State Legislators Deserve More for Their Work

little sketchy man with red question mark and blue paragraph

little sketchy man with red question mark and blue paragraph

Justine Schwarz

Perhaps some of the most unrecognized but influential people in government are state legislators. They are the ones at the ground level directly working with citizens and crafting state law. Throughout the nation, there is a very apparent disconnect between the work required of a state legislator and the salary provided.

While state representatives and state senators work extremely hard in their positions, the pay is underwhelming. In Minnesota, a state senator represents about 78,000 people, and a state representative or house member represents about 39,000. Part of the job descriptionof state legislators is to respond to phone calls, mail, and emails. Legislators often work nights and weekends to meet with various citizen groups and organizations. Representing a large group of people and being accessible is a full-time job in itself, even before all of the legislative work is considered.

Throughout the year, Minnesota state legislators work hard to consider the perspectives and concerns of citizens. However, for five months in odd-numbered years and three months in even-numbered, years the part-time Minnesota legislature is in session. During this time, state legislators work diligently to attend committee meetings and floor sessions while simultaneously holding office meetings and listening to the views of citizens and organizations via all methods of communication. During these busy months, legislators work diligently to represent citizens as well as craft bills that will become law.

Due to the vital nature of positions in state legislature, the most qualified and informed citizens are who will enhance the welfare of the state. According to the U.S. Bureau of Labor Statistics, salaries are low nationally with a median rate of $20,620, and Minnesota’s salary is $31,140. Being a “citizen legislature” means that many of the legislators in Minnesota are doctors, lawyers, and teachers. These salaries do not even come close to comparing with the jobs these qualified individuals are able to obtain. It seems highly unlikely that these state legislators will be able to maintain a career in a skilled field while in office. Thus, the low salaries are not appealing enough to attract the most qualified individuals, harming state government.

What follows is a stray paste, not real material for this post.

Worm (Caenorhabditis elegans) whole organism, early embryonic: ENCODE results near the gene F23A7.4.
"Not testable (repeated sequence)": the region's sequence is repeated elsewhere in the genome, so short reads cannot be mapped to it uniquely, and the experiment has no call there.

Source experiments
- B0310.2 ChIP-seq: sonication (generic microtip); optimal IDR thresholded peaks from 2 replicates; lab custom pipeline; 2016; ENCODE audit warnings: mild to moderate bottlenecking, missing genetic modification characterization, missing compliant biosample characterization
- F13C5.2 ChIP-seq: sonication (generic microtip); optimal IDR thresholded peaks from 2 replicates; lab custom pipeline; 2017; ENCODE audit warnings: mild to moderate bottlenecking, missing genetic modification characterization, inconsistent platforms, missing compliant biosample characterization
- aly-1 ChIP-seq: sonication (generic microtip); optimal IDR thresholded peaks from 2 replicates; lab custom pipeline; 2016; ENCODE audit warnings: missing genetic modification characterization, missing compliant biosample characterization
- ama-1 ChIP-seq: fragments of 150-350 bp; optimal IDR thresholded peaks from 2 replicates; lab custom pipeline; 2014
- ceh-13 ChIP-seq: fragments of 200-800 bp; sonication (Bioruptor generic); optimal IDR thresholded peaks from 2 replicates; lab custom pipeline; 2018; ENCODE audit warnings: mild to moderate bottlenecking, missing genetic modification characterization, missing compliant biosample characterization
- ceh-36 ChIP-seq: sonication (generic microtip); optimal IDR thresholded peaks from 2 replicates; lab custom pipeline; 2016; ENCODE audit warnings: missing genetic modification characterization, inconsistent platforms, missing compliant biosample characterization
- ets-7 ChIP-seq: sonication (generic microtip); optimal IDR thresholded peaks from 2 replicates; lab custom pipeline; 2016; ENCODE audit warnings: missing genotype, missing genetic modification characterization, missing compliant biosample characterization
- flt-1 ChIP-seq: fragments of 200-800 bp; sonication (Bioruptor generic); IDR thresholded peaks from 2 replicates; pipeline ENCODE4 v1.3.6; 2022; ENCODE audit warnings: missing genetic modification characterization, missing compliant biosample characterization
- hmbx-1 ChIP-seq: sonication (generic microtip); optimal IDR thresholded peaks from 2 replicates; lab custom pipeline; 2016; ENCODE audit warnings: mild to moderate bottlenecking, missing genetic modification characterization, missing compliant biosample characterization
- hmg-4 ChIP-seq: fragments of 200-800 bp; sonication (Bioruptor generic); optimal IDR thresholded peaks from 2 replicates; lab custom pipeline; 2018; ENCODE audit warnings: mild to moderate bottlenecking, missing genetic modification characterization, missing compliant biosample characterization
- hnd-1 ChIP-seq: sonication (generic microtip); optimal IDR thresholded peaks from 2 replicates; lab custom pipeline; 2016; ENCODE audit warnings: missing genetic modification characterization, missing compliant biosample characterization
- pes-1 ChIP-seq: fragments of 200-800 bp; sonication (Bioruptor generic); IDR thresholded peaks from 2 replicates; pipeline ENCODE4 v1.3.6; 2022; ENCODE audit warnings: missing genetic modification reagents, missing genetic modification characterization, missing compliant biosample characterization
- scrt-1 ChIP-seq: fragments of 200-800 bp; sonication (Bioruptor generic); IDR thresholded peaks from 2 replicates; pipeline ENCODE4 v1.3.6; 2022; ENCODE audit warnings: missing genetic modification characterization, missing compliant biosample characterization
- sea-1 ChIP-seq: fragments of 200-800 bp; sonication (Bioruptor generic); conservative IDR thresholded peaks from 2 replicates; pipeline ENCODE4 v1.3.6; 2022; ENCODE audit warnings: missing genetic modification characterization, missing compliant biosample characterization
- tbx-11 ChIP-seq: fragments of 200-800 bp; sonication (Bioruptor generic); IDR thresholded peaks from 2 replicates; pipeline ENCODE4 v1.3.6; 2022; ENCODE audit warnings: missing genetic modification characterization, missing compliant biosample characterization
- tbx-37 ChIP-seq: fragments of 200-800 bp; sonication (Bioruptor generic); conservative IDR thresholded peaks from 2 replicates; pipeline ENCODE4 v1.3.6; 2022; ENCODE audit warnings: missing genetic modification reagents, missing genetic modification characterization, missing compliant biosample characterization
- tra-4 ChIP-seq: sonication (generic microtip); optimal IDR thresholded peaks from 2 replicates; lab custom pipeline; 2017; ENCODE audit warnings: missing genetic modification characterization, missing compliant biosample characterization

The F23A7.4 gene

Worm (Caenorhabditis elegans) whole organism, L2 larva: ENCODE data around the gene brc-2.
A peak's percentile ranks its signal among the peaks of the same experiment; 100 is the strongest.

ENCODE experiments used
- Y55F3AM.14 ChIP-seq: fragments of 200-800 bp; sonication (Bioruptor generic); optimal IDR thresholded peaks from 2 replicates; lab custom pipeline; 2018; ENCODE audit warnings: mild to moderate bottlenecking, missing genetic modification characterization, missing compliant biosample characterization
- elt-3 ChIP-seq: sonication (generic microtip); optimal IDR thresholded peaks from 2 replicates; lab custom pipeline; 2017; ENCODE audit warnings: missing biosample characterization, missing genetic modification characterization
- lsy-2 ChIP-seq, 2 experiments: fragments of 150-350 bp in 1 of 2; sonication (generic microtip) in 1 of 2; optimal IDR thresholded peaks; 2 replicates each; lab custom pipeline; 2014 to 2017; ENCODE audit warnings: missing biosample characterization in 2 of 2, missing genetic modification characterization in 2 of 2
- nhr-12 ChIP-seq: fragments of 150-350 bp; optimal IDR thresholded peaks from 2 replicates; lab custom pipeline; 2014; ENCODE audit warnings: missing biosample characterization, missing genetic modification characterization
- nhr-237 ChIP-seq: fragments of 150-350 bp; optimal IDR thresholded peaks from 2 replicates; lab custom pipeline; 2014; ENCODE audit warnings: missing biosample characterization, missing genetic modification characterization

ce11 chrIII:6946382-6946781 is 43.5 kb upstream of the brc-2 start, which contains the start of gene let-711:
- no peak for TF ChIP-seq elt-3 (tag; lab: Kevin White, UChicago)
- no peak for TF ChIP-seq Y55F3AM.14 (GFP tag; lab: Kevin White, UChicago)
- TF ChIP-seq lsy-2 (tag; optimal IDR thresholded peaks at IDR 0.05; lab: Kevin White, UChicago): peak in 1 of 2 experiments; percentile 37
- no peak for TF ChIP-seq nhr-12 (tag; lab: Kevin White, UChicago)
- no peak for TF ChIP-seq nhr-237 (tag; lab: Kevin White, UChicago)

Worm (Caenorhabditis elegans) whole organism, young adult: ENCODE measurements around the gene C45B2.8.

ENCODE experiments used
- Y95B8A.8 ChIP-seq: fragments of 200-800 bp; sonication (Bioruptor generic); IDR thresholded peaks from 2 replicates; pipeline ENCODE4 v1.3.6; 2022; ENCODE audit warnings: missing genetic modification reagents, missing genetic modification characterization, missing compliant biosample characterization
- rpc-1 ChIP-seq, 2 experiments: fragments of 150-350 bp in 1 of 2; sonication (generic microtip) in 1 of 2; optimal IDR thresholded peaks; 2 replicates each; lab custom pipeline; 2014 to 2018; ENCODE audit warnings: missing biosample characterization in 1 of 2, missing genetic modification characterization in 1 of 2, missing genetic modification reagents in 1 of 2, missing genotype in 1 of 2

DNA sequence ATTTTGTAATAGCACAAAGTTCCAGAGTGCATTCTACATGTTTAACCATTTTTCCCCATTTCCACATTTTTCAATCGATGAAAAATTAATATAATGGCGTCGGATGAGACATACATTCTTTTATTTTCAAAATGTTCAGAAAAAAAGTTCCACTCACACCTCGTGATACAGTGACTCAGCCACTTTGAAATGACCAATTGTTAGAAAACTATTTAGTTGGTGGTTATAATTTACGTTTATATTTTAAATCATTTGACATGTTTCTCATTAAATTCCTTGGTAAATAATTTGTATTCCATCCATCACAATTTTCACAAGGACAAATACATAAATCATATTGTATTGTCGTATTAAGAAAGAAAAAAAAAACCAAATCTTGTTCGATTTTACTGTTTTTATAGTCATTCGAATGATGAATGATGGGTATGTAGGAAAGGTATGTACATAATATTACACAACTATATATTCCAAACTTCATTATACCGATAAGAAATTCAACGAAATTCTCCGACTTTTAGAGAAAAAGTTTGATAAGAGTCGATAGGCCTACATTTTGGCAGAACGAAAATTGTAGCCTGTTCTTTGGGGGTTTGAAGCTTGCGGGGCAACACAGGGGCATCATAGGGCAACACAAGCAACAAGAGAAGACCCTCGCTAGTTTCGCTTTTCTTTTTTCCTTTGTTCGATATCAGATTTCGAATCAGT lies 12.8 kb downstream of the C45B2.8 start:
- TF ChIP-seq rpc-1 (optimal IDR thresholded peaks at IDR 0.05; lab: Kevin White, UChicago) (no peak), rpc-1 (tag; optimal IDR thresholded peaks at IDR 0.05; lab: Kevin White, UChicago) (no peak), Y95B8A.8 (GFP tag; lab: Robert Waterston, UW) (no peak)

In addition to the time commitments while in office, election years hold other challenges for potential legislators. Considering that a term in state government is between two and four years, the position presents new obstacles for legislators in office. In election years, state legislators spend an enormous amount of time door knocking and campaigning, after all, the goal is to reach upwards of 39,000 people. This time commitment is not compensated but is an integral part of winning and holding these offices.

The position of state legislator is largely under appreciated and under compensated. Without state legislators, government would be dictated by people who don’t know or see the citizens while in office. State legislators are absolutely essential and important government officials who deserve more than they are given.